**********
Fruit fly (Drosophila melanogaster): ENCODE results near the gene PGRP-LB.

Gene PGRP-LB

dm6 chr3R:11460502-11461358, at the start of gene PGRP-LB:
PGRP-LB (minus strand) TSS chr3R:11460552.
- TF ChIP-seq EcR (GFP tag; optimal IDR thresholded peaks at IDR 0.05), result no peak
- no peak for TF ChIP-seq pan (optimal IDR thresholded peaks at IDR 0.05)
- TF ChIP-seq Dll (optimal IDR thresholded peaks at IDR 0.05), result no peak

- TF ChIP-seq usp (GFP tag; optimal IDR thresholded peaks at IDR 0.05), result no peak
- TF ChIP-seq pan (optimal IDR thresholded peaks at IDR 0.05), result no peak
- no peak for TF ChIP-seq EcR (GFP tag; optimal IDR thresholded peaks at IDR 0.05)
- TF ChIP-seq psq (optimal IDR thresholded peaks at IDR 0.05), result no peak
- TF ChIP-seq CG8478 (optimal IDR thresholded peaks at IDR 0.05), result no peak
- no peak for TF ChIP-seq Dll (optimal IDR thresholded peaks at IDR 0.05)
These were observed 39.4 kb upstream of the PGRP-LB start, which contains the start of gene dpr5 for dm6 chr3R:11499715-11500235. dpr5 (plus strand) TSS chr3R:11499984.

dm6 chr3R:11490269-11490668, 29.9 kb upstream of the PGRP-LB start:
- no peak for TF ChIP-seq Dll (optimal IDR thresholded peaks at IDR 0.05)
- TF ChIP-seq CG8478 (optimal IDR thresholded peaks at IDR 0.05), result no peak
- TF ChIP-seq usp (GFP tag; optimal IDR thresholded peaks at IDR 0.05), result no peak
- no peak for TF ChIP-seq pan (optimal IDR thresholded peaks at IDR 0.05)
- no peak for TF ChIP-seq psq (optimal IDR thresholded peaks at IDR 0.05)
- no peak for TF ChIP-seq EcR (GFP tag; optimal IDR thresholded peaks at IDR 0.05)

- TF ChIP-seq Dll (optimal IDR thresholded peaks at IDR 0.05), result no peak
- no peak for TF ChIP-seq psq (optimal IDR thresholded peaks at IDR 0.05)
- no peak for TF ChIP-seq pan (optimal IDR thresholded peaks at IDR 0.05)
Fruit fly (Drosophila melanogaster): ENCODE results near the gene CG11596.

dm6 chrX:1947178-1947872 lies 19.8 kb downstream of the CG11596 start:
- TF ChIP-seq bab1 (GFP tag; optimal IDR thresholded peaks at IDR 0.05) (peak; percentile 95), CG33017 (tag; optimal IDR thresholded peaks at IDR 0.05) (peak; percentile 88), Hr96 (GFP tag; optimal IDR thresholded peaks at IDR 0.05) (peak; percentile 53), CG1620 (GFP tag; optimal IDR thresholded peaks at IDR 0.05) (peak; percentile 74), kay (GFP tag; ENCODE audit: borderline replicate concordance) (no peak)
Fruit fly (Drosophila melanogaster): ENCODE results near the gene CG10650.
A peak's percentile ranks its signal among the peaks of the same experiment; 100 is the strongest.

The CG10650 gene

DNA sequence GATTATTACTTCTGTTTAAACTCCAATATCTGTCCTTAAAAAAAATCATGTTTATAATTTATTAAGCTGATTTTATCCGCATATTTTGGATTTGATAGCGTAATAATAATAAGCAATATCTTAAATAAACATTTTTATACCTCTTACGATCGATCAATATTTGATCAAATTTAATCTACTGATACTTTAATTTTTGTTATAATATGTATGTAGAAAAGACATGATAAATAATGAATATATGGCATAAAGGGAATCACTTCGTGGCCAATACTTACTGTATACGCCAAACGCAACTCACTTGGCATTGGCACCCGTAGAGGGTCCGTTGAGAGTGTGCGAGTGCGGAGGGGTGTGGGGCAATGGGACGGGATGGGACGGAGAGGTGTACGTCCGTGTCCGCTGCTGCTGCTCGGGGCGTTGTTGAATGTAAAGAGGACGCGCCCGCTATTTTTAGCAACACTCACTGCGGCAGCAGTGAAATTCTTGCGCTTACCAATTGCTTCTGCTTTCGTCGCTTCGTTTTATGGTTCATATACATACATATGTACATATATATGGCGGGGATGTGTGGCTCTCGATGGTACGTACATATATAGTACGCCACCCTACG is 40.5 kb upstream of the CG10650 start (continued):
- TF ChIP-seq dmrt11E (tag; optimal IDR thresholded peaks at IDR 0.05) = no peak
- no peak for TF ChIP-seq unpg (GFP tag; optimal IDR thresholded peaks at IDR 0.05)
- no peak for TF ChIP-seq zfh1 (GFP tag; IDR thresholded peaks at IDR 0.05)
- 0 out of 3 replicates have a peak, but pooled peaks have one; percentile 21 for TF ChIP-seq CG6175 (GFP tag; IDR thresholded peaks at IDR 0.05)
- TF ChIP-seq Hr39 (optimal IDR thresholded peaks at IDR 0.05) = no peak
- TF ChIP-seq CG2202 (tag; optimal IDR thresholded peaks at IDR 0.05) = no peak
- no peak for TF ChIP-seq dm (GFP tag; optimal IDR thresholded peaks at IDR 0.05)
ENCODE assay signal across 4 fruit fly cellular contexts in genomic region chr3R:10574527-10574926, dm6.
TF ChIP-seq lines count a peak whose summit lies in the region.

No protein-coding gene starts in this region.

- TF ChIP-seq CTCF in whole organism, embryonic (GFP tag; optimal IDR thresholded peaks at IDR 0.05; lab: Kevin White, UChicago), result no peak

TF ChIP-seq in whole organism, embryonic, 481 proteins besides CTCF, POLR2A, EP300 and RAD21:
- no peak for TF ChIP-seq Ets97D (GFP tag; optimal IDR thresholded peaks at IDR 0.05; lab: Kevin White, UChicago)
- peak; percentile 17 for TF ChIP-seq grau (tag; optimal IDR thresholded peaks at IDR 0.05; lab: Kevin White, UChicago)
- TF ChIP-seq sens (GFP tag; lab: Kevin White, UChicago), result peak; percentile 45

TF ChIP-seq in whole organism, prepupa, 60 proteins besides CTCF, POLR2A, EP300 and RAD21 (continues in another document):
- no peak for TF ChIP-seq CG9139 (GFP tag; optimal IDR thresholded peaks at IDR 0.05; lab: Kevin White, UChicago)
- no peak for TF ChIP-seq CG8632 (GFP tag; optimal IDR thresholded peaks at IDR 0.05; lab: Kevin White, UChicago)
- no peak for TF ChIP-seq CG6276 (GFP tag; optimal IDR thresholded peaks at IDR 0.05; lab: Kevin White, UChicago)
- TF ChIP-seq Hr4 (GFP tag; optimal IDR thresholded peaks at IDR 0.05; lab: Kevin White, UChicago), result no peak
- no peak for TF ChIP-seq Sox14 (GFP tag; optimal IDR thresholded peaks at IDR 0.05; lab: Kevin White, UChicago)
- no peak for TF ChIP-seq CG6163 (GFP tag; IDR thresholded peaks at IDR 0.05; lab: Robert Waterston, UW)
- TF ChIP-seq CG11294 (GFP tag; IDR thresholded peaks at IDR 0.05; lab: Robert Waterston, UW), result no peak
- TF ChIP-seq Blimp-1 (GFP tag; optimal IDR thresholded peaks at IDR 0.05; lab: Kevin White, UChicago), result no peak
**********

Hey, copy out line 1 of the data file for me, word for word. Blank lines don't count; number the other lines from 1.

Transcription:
Fruit fly (Drosophila melanogaster): ENCODE results near the gene PGRP-LB.